Casey Stoner finished his first MotoGP test in Repsol Honda colours second on the timesheet, despite a final day fall, at Sepang in Malaysia.
The Australian was 'annoyed' but unharmed after he lost the front at Turn 12 in the opening two hours, and was able to make good progress despite the interruption.
“Today was definitely the best day, even though we had a crash,” said Stoner. “It was a big crash after a small mistake. I just hit the white line and lost the front. I was a bit annoyed about that.”
The former Ducati rider finished just six hundredths behind fastest man Marco Simoncelli, having spent much of the day making comparisons between two different 2011 chassis options.
“In general we made some nice steps forward. We tried mainly just back-to-back all the time with the softer and harder chassis, trying to get a good feeling for them,” confirmed the Australian. “We still didn't change any set-up, just tried a few different things with engine brake.”
Stoner prefers the stiffer chassis overall, and it is easier to change direction, but the softer one also has strong points and was used to set his best lap time today (after the stiffer one was 'lost' in the crash).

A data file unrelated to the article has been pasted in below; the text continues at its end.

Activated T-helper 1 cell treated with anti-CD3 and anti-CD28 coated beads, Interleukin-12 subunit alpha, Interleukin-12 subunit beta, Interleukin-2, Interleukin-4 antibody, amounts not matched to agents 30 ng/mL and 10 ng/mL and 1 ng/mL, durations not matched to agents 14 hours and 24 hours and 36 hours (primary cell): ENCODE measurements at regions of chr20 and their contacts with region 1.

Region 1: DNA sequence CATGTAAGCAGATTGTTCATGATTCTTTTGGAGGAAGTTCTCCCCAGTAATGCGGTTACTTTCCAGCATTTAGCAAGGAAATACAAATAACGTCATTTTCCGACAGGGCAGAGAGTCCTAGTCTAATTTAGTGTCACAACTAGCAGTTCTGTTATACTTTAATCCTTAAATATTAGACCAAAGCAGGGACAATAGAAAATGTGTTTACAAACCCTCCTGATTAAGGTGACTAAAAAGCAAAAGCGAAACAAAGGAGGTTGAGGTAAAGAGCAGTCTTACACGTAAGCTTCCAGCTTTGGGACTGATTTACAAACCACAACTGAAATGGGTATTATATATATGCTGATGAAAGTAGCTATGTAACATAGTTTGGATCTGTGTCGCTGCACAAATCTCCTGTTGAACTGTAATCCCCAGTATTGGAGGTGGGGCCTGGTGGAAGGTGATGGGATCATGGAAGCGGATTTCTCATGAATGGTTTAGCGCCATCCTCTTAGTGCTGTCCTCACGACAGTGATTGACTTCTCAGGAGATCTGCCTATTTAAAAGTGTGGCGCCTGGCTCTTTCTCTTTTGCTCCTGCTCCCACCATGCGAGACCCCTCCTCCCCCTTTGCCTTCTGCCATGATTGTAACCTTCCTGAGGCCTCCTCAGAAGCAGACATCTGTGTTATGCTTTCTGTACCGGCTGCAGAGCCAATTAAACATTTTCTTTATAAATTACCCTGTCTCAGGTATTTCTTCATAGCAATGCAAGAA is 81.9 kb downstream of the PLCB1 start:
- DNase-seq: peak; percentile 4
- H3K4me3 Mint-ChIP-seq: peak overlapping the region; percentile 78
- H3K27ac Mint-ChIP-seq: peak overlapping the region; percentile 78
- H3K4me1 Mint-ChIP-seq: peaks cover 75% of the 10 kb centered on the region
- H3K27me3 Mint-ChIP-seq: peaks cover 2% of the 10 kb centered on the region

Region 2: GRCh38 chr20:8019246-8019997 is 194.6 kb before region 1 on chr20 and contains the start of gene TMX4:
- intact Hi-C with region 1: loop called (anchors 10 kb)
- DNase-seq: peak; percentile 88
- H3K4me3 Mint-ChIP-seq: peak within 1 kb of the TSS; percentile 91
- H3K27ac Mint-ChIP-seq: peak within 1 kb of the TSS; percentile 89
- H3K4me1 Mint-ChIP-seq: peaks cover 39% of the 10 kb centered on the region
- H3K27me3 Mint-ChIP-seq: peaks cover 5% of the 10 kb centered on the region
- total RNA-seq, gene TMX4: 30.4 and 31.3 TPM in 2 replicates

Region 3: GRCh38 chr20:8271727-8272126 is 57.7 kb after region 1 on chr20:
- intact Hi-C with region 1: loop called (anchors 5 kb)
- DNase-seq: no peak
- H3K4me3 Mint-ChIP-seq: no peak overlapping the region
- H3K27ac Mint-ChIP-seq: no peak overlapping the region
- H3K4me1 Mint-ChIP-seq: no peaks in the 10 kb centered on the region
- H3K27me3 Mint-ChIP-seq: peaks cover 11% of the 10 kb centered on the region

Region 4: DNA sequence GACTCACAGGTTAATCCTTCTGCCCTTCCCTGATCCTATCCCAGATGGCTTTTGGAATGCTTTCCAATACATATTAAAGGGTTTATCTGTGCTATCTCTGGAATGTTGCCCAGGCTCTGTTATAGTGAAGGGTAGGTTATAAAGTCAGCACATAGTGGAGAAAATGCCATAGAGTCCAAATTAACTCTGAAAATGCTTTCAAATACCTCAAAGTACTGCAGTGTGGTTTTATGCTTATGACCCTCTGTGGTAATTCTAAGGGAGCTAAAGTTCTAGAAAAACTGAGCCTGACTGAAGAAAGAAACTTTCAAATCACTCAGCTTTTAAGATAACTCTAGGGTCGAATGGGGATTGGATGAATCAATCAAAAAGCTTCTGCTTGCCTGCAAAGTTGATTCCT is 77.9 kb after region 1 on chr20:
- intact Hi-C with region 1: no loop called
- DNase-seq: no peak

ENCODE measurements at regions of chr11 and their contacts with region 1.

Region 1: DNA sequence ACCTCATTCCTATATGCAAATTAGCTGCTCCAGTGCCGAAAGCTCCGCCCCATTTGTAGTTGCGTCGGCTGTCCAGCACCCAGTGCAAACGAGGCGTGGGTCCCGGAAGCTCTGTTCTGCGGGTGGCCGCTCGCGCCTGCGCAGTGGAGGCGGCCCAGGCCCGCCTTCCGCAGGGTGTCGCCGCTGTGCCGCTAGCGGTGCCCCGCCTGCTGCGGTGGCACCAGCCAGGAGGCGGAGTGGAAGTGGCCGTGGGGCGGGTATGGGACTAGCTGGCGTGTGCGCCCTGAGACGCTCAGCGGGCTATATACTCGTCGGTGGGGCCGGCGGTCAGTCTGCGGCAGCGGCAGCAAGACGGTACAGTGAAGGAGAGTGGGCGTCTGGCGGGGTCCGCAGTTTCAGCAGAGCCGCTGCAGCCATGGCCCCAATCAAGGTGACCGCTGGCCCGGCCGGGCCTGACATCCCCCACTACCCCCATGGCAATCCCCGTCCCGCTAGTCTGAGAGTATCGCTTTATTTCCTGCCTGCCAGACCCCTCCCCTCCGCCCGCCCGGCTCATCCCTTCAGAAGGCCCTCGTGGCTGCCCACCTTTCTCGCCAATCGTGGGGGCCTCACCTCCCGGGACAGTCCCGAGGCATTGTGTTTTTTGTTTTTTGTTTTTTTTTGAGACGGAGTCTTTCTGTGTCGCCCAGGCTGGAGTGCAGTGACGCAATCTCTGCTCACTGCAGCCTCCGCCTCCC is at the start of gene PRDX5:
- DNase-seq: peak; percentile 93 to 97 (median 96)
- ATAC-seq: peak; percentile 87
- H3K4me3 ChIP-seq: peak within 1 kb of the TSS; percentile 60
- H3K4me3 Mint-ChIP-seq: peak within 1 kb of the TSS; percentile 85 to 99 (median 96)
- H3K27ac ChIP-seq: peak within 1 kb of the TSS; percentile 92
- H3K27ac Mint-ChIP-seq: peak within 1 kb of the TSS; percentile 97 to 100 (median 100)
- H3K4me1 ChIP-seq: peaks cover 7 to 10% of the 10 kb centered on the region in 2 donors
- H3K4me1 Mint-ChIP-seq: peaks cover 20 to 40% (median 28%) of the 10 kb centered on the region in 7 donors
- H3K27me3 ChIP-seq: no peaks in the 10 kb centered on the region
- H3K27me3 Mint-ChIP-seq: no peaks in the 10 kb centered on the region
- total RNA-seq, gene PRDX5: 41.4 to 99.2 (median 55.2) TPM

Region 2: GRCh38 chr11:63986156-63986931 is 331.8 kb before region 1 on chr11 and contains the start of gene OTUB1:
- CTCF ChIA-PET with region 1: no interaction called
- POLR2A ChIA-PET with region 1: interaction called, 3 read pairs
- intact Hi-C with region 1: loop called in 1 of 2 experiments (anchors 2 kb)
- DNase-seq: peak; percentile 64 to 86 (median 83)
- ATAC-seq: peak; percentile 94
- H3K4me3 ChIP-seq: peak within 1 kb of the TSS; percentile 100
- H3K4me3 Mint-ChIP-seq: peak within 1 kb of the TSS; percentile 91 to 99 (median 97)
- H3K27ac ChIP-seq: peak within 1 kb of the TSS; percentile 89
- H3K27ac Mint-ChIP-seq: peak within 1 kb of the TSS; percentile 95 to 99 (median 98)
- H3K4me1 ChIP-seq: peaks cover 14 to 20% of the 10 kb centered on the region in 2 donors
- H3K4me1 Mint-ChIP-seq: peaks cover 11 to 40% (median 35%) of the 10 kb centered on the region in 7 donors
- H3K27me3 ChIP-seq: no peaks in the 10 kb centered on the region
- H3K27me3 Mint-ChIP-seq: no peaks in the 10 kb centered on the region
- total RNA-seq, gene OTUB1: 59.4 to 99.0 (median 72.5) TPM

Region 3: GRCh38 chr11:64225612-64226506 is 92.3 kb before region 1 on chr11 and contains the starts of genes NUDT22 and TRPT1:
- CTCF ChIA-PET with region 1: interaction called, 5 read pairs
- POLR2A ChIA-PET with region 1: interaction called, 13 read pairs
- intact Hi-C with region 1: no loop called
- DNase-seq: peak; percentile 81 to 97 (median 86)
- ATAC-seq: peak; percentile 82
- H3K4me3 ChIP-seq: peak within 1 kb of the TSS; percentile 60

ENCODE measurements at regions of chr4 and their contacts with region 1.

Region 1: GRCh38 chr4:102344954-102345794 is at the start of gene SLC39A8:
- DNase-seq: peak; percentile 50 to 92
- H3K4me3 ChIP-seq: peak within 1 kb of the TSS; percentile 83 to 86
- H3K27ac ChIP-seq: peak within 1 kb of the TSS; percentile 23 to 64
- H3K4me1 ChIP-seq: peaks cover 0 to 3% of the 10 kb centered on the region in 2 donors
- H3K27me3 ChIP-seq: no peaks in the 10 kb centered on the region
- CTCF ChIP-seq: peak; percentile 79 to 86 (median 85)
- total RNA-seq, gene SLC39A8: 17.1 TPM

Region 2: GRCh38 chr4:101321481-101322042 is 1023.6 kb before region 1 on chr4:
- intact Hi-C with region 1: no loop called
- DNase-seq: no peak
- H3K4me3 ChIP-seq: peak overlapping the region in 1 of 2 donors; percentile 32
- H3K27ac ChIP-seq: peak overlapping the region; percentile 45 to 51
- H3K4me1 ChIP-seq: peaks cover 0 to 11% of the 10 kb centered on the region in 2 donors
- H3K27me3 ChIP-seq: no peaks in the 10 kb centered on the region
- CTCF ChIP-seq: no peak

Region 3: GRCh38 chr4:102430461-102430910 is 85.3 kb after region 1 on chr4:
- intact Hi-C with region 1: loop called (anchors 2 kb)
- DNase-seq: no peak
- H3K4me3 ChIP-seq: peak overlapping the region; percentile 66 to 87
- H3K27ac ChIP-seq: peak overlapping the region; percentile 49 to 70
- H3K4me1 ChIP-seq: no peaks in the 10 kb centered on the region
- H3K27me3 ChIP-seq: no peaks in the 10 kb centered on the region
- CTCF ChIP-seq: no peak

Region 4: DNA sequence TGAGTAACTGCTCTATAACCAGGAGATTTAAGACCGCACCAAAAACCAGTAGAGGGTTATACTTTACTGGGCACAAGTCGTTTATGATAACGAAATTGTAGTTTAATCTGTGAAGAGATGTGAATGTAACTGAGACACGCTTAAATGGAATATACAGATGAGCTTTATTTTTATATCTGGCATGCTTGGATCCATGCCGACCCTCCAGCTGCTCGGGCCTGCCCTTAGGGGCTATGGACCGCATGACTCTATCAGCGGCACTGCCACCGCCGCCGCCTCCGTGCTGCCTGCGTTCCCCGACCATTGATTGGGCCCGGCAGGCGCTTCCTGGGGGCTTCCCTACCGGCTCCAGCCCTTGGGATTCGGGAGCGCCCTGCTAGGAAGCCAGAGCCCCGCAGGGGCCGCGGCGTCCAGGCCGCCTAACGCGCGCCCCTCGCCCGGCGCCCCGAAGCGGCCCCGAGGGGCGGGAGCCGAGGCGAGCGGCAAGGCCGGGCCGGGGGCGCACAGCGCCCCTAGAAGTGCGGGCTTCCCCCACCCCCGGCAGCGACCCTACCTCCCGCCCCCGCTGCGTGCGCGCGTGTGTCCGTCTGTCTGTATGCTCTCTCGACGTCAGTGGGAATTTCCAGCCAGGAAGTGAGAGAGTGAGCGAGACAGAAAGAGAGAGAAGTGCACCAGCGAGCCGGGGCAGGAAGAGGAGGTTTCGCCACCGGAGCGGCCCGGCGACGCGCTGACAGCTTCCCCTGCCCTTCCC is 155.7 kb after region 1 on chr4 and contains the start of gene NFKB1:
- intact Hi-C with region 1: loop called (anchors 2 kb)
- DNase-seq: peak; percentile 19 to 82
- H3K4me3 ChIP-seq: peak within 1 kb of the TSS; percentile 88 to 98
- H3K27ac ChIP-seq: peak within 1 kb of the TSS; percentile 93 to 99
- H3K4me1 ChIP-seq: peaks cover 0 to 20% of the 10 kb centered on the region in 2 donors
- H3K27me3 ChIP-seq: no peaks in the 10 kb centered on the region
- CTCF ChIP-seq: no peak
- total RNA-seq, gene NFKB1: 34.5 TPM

After lunch Stoner also tested some new traction control software which helped improve corner speed.
“We managed to make the bike work a lot better with used tyres,” he said. “We used a different traction control system that, when we really started to spin, it caught you a little earlier. This allowed us to keep the corner speed.”
The top six riders were all within half a second on day three, but Stoner isn't too interested in his rivals at present.
“I'm concentrating on myself at the moment," he said. "For sure at the end of each day we save one soft tyre just to try and do a lap time, but we need to wait for the race meeting to see how everyone is doing.
“I don't want to follow anyone and people are testing so many different things anyway, so you don't know what they are doing or if they are happy with the set-up or not.
“We haven't touched the settings at all on our bike," he repeated. "At the next test maybe we can start to try and improve how the bike rides, if we can. And then we will test the forks and shock.”